During the event
Stir material should encourage attendees to become fans on Facebook and continue conversations online after the weekend.
A Facebook “place” (merged with the conference page) should be set up at the event, where attendees can “check-in,” such check-ins serve the long term strategy of developing “affinity” with Facebook fans.
Attendees should be encouraged to share reflections on talks and electives with their friends, and to make comments on the conference page regarding where they’ve been challenged or encouraged.
If possible, pre- and post-talk slides should feature user generated conference content, the iPhone app Instagram offers one such opportunity, as do status updates and tweets using the official hashtag. The aim of these strategies is to produce user-generated content and foster further participation and interaction. The Conference Page (it is possible to operate Facebook in the guise of a page) should comment on, and share, such content to further develop affinity.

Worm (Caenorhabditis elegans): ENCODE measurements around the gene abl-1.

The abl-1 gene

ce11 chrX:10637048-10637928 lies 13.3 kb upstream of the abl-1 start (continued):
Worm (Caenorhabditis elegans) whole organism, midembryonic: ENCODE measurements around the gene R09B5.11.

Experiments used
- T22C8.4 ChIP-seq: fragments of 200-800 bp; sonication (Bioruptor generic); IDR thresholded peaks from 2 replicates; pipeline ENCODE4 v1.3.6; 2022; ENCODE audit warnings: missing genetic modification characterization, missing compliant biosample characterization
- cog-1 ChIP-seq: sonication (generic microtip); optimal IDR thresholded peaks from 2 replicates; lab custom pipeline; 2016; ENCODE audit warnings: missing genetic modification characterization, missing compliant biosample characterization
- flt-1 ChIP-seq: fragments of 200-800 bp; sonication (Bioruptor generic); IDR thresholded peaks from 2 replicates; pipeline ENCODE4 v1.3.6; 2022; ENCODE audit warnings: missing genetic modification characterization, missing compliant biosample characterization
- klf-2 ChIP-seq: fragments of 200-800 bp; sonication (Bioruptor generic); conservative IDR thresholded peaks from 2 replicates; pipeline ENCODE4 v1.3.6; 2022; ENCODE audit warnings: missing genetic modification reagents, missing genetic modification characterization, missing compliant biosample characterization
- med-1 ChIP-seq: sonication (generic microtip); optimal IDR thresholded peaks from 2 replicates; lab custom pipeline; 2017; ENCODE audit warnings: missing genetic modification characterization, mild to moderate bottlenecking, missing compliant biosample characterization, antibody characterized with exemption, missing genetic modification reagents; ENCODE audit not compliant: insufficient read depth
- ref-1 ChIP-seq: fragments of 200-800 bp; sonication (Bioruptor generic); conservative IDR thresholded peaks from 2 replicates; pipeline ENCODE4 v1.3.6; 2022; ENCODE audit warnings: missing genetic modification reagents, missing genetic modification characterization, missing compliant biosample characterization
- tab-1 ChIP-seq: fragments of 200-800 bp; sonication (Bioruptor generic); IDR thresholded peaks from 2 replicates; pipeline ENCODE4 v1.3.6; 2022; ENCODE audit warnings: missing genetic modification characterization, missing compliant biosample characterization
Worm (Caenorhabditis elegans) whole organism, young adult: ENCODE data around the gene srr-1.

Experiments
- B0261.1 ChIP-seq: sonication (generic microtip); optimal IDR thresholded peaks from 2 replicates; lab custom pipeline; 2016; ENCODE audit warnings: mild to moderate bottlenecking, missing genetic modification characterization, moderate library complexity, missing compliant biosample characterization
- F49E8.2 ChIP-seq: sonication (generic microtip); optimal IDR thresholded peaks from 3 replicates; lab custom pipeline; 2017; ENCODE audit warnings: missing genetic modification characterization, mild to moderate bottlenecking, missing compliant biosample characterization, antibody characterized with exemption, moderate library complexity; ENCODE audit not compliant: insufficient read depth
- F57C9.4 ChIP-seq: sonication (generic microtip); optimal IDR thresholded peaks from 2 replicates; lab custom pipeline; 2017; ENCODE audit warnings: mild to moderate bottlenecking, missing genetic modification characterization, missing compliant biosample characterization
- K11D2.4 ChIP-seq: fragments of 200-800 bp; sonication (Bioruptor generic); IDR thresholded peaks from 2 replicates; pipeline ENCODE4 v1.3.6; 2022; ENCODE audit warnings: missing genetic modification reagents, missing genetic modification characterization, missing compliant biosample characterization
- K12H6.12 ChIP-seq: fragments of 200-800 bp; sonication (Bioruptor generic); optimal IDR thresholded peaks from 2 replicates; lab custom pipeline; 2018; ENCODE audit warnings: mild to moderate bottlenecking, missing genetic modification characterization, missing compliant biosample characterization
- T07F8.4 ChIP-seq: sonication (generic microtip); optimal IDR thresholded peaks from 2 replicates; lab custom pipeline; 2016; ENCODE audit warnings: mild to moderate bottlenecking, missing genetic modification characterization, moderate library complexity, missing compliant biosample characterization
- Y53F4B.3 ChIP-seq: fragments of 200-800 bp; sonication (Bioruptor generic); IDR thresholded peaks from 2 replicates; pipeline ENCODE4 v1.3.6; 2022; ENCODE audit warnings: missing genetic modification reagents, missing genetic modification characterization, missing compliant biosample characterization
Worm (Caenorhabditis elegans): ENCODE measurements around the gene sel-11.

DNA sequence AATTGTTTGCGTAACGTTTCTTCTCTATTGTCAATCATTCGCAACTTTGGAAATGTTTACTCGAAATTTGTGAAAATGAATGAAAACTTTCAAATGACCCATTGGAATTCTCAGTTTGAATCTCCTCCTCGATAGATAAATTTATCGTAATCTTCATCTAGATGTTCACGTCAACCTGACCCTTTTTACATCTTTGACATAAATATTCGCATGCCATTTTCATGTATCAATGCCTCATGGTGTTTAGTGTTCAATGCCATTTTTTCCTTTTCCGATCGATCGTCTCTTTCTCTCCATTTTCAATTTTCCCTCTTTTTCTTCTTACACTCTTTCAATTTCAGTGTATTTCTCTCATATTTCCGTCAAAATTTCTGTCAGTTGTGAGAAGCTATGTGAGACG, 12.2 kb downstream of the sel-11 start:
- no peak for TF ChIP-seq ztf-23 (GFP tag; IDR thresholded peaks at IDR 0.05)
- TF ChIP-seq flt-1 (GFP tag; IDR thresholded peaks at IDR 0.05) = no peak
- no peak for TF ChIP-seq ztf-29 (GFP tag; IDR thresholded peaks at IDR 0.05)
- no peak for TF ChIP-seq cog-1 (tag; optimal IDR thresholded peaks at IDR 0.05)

Twitter is less popular, and more “niche” than Facebook, but it is growing, and increasingly useful in the promotion of, and during, events.
Like Facebook, Twitter can be used for short bursts of interaction with “followers,” but its real strength is that the relational buy in is lower – Twitter does not depend on an existing relationship, or request, in order for conversation to take place.
Twitter should be used in parallel with Facebook for providing updates, and directing people to the website with the release of new information (this can be automated so that news updates/blog posts automatically produce a tweet).